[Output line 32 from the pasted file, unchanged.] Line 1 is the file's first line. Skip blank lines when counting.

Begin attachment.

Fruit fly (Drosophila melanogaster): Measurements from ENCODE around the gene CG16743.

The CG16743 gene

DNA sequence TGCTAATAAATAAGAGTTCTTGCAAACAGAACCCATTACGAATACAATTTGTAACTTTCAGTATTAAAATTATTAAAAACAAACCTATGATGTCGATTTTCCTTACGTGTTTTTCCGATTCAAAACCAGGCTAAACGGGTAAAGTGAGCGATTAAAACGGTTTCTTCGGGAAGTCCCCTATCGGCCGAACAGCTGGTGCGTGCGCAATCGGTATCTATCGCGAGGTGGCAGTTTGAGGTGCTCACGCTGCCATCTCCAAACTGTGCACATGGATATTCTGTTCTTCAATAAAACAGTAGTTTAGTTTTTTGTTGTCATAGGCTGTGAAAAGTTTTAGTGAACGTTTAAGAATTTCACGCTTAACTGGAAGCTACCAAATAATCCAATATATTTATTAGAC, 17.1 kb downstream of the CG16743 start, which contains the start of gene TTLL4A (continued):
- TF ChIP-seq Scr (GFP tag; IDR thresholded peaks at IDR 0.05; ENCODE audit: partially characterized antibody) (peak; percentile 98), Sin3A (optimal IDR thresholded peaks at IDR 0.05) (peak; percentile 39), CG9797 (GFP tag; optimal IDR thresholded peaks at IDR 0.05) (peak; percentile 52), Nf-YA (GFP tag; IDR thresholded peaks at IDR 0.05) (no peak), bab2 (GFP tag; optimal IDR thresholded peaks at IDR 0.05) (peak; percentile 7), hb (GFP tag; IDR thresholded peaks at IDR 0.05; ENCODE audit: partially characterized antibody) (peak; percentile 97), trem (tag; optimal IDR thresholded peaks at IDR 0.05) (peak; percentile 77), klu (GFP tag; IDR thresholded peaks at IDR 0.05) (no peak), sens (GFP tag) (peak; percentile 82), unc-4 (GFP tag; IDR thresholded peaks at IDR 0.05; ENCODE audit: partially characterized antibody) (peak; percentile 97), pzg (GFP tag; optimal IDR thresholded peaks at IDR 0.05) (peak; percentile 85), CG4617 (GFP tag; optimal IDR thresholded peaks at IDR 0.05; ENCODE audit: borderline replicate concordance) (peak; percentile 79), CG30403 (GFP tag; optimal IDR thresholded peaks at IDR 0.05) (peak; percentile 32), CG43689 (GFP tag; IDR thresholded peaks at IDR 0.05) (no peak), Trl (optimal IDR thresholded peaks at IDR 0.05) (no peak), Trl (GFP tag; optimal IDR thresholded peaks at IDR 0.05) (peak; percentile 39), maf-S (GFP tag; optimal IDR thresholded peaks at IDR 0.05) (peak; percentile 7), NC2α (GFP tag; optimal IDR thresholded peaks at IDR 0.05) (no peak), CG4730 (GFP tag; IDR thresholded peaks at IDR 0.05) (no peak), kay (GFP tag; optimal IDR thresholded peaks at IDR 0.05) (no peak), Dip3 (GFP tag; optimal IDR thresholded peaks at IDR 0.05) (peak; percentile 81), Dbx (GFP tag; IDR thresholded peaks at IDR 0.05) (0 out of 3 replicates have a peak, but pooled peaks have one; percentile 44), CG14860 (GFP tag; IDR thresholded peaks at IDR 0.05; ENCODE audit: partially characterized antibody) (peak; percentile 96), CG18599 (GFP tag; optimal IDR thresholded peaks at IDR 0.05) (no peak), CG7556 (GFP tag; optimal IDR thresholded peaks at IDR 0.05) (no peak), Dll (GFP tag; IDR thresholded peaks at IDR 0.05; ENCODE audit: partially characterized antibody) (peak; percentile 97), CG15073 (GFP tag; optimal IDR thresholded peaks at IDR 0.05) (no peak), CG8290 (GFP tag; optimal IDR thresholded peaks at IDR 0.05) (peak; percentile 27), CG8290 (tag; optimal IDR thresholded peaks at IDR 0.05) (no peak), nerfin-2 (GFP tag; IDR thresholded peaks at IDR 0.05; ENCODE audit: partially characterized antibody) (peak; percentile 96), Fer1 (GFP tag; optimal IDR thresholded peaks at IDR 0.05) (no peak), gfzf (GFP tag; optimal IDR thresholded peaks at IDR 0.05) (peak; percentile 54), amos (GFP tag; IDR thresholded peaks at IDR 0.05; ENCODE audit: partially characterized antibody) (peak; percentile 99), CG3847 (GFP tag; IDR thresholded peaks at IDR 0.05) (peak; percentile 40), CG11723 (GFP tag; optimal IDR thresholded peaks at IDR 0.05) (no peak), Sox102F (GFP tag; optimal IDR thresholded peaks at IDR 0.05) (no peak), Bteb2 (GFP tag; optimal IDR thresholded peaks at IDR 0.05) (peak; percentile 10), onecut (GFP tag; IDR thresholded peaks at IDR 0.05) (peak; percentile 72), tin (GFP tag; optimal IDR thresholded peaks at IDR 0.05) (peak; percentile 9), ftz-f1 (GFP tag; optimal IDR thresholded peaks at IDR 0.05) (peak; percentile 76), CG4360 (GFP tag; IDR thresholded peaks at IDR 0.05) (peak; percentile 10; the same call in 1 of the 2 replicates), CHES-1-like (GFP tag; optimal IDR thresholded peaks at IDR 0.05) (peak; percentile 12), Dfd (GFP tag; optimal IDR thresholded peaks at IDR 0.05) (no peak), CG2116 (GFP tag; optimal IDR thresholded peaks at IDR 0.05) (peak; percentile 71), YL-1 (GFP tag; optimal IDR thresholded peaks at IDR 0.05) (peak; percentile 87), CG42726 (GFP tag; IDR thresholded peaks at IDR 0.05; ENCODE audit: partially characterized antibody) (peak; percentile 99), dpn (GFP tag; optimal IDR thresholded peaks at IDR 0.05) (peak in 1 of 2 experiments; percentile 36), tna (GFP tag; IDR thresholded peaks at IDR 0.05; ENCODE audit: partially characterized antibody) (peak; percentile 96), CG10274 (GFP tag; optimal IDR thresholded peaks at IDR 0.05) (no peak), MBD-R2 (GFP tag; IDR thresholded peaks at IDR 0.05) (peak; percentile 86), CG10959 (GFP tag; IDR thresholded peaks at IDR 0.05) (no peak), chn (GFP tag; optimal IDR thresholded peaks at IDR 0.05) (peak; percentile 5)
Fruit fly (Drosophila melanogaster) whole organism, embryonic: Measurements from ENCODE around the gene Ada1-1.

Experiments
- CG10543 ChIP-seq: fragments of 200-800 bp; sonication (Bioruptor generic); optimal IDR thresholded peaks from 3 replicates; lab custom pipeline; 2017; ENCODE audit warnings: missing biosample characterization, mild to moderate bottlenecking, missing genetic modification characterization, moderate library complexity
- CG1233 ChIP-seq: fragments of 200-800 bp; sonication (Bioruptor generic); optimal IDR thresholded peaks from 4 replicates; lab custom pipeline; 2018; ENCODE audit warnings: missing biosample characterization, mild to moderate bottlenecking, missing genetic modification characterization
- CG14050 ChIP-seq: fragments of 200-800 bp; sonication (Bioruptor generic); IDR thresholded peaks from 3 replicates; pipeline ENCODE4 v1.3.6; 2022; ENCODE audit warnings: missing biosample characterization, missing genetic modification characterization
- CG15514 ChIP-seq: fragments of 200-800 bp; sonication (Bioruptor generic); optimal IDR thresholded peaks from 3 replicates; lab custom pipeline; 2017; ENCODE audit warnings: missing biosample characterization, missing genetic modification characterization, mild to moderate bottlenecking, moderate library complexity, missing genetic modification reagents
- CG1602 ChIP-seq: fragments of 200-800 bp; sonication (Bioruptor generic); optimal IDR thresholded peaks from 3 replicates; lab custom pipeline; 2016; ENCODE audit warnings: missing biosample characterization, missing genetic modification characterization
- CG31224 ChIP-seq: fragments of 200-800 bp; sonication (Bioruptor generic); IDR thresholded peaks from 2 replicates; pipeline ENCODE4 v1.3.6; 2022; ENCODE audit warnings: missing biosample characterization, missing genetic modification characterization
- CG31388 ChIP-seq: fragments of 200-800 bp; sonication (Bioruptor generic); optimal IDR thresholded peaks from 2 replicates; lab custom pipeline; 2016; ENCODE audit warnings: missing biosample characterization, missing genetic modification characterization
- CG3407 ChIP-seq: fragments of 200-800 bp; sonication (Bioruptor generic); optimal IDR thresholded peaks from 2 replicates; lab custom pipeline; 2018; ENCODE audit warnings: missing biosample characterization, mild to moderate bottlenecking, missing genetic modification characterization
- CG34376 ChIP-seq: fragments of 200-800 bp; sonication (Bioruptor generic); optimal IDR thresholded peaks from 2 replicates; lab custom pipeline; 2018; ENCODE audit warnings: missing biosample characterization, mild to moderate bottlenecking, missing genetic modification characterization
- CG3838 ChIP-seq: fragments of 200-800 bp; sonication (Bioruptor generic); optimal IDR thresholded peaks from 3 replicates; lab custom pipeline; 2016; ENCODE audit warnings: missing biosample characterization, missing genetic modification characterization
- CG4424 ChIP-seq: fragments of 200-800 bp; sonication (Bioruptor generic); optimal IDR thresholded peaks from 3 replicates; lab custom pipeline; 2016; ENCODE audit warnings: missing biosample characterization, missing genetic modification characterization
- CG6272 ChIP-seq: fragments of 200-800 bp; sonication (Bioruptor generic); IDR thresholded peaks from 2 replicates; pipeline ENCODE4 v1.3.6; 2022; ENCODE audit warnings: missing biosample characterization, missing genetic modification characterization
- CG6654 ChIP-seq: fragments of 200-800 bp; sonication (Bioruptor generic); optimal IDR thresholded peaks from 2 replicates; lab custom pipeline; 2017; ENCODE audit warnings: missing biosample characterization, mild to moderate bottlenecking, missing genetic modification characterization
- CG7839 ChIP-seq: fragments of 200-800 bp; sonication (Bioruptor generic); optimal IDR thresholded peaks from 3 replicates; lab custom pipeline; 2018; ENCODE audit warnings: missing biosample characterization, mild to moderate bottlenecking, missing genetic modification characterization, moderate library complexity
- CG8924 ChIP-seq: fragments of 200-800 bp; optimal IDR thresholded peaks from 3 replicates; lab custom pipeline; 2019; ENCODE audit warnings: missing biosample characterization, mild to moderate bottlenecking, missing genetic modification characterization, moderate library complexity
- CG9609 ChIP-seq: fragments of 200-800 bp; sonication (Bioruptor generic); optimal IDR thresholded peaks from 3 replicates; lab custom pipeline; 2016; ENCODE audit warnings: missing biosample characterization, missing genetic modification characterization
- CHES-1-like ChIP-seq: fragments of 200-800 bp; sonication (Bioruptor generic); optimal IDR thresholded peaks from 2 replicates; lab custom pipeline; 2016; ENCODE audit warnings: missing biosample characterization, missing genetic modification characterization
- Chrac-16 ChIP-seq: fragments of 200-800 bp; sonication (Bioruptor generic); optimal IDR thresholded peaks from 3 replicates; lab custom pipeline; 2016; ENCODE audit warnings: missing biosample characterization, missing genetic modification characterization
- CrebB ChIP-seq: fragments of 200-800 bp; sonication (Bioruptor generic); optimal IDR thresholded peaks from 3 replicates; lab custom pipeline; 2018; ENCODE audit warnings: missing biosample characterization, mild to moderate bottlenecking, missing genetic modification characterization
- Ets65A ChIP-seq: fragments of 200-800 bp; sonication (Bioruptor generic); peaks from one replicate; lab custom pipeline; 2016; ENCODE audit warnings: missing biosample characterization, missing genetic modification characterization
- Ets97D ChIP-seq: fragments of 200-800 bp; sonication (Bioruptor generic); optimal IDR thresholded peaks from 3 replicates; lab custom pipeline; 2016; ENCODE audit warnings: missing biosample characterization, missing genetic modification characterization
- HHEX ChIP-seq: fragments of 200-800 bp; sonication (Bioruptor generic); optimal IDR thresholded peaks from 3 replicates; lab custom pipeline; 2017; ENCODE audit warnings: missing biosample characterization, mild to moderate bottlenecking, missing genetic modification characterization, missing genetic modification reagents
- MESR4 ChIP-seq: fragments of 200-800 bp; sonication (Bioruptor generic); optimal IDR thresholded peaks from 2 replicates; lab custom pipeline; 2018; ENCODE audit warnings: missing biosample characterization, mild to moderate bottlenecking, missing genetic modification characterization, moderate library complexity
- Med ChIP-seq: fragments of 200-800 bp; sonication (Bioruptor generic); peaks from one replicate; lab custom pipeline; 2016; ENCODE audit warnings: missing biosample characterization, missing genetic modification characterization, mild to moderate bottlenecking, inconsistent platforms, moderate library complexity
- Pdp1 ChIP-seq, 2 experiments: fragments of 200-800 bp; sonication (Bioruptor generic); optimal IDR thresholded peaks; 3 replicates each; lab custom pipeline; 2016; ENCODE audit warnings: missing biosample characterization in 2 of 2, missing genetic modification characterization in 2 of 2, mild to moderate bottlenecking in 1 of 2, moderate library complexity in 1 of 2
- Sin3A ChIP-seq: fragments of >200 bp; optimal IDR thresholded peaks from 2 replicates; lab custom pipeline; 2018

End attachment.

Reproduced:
- Sin3A ChIP-seq: fragments of >200 bp; optimal IDR thresholded peaks from 2 replicates; lab custom pipeline; 2018